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Australian Institute of Company Directors calls for direct voting at AGMs

The Australian Institute of Company Directors (AICD) is supporting reforms of the traditional company AGM system. The Australian federal government’s consultation has just ended on proposals to allow electronic forms of communication as the default method of providing shareholders with the notice of meetings and for proxy materials and meeting papers to be accessed on company websites.

The government’s proposals form part of its response to its Financial System Inquiry that ended in 2014, which committed the government to improving financial regulation by making it technology neutral. It consulted on a range of electronic methods companies could use to ensure they were still providing shareholders with information on AGMs and that shareholders could exercise their voting rights. The aim is to reduce the burden and costs for companies when distributing company meeting papers but also recognises the high levels of mobile phone and internet usage by Australians.

The AICD supported the changes but argued that shareholders should be notified individually of meeting documents unless they expressly choose to rely on general public notices. “The AGM process is failing to keep pace with our changing world, both in terms of technology and options for shareholder participation,” said John Brogden, Managing Director & Chief Executive Officer of the AICD.

“This is an example of where the Corporations Act has become outdated. Allowing meeting notices to be distributed by prevalent forms of technology by default, rather than by post, is a sensible first step in removing parts of the Act that restrict the use of digital communication,” said Brogden. “It is the AICD’s view that the proposal should go further and recognise email as an acceptable default mode of delivery,” he said.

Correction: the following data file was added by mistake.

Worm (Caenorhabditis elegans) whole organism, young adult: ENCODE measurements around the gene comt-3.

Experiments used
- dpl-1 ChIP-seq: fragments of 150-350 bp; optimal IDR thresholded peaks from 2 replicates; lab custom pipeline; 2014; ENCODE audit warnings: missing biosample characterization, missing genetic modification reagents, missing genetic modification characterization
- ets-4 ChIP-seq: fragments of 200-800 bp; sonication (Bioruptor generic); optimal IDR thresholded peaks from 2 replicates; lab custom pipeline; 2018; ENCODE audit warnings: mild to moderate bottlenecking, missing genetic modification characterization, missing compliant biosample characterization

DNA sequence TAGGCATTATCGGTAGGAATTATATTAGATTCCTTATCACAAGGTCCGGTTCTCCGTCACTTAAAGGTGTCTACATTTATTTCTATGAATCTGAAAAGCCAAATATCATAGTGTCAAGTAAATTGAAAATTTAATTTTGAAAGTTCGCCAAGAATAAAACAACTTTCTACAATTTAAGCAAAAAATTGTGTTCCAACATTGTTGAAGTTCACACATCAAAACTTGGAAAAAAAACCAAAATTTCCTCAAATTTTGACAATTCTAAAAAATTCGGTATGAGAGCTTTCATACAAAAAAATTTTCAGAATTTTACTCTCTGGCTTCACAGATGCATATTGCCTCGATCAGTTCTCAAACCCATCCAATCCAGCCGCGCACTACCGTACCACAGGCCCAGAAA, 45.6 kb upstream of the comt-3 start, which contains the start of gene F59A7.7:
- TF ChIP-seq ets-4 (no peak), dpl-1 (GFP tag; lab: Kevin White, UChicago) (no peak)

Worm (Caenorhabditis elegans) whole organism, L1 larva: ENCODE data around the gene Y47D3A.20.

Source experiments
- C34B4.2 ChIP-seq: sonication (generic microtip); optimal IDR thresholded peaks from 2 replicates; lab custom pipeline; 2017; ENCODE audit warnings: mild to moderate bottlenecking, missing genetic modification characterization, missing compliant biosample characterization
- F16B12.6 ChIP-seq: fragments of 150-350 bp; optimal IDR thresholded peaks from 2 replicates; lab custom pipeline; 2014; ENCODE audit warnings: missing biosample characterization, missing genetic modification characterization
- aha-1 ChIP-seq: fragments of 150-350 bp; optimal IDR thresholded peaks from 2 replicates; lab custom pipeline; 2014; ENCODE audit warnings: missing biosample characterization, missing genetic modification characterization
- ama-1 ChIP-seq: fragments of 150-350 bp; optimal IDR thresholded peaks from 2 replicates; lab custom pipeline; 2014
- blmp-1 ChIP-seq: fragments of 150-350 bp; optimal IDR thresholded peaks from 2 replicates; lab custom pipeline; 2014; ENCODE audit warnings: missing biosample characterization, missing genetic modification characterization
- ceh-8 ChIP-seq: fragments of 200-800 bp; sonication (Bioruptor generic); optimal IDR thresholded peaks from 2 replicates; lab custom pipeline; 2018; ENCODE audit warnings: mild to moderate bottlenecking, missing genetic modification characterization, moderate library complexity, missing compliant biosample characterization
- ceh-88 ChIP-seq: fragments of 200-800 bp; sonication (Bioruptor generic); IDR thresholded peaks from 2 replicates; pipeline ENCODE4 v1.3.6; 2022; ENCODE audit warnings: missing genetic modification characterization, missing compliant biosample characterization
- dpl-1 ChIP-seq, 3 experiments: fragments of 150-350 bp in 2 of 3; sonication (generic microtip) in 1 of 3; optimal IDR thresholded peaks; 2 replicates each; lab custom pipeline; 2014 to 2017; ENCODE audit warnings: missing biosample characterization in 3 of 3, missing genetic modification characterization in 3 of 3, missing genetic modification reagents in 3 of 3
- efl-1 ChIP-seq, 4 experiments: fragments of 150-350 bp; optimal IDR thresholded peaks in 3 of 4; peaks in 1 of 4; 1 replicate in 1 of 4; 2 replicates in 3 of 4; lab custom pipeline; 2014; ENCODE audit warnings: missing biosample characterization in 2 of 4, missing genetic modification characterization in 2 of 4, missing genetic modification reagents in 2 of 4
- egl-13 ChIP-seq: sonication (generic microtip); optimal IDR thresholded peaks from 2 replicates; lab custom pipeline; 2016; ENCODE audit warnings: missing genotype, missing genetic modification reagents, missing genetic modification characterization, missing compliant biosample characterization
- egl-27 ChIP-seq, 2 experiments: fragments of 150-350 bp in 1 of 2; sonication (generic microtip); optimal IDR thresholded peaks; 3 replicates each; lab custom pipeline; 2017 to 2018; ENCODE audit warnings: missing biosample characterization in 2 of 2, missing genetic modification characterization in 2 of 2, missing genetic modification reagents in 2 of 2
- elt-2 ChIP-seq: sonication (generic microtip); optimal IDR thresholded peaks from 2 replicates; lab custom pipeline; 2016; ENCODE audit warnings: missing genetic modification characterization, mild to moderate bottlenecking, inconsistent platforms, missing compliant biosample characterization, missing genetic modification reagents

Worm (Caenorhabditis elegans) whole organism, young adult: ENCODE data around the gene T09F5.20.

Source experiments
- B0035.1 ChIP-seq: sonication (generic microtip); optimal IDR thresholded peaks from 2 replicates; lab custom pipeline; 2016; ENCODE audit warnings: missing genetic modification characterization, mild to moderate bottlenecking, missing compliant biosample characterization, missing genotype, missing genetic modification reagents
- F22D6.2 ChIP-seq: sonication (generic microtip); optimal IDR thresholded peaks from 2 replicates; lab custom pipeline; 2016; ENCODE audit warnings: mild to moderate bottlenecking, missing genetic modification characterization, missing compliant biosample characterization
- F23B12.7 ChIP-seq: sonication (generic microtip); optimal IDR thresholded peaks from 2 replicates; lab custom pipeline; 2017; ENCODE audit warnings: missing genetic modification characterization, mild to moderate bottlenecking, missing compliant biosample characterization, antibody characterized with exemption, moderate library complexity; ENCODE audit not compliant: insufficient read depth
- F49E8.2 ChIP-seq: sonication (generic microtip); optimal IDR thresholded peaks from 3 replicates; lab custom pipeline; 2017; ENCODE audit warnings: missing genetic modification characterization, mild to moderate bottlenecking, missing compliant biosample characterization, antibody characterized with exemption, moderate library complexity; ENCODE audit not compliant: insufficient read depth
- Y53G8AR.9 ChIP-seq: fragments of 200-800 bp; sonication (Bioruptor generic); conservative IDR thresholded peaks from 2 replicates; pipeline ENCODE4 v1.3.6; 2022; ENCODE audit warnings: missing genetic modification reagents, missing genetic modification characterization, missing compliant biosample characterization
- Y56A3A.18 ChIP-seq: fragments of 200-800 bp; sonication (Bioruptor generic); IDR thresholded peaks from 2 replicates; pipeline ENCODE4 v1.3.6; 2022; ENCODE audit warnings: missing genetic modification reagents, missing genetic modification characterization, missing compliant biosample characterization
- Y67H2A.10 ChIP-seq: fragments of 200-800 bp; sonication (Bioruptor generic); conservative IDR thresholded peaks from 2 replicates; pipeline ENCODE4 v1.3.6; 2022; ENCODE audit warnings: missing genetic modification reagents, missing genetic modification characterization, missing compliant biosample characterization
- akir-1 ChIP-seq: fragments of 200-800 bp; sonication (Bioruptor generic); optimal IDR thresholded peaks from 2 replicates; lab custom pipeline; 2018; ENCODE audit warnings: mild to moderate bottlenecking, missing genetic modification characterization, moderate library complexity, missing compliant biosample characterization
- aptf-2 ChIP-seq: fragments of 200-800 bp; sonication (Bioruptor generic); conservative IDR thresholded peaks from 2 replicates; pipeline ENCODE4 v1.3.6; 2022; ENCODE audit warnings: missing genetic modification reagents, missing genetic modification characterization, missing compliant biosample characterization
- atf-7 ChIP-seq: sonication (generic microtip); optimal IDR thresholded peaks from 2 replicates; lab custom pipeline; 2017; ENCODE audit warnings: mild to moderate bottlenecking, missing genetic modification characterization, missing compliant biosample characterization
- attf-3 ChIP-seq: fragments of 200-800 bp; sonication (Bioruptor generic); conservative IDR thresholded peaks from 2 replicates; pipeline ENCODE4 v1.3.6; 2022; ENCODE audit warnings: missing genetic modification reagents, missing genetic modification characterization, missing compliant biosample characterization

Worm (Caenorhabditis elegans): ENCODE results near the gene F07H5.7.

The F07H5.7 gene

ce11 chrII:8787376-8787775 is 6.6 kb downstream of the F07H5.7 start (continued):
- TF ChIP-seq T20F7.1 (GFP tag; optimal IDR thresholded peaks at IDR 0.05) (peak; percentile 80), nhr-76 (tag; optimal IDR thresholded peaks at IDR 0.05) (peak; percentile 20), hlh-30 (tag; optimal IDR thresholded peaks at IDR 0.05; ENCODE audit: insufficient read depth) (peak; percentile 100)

The government suggested that if shareholders opted to receive a hard copy notice of meeting this should be provided by the company but the Australasian Investor Relations Association in its response said this should be an option that companies could choose not to provide if they did not wish to.

The consultation paper 2016 cited a Computershare report which indicated that attendance by shareholders at Australian company meetings had dropped by 25% over the past 10 years and approximately 10% per year, while the number of shareholders voting had dropped by 13.1 per cent since 2010. Responding to the issues of declining shareholder voting AICD said the use of technology at AGMs should extend beyond the distribution of meeting papers to allow for direct electronic voting by shareholders rather than the use of proxies.

The AICD recently conducted a poll of its members and found strong support from directors for this with more than 88% agreeing that all listed companies should be required to offer direct voting, so that shareholders who do not attend can vote without a proxy and more than 84% believing that electronic voting should be permitted, with only the reporting, questioning, deliberating functions occurring at a physical meeting.

“The majority of respondents favour retaining the physical AGM but also believe that meeting protocols and voting procedures should be modernised,” said Brogden.

“Directors recognise participation of shareholders is a crucial component of good governance. Smarter use of technology could enhance shareholder engagement in AGMs, from distribution of notices through to direct voting,” Mr Brogden said.

Sarah Wilson, chief executive of Manifest, backed the AICD’s opinions on direct voting saying, “we have long argue that direct electronic voting is the way forward for companies and investors. We very much welcome the Australian move and look to see it replicated around the world so that shareholders can have open, secure access to their voting rights.”

What do you think?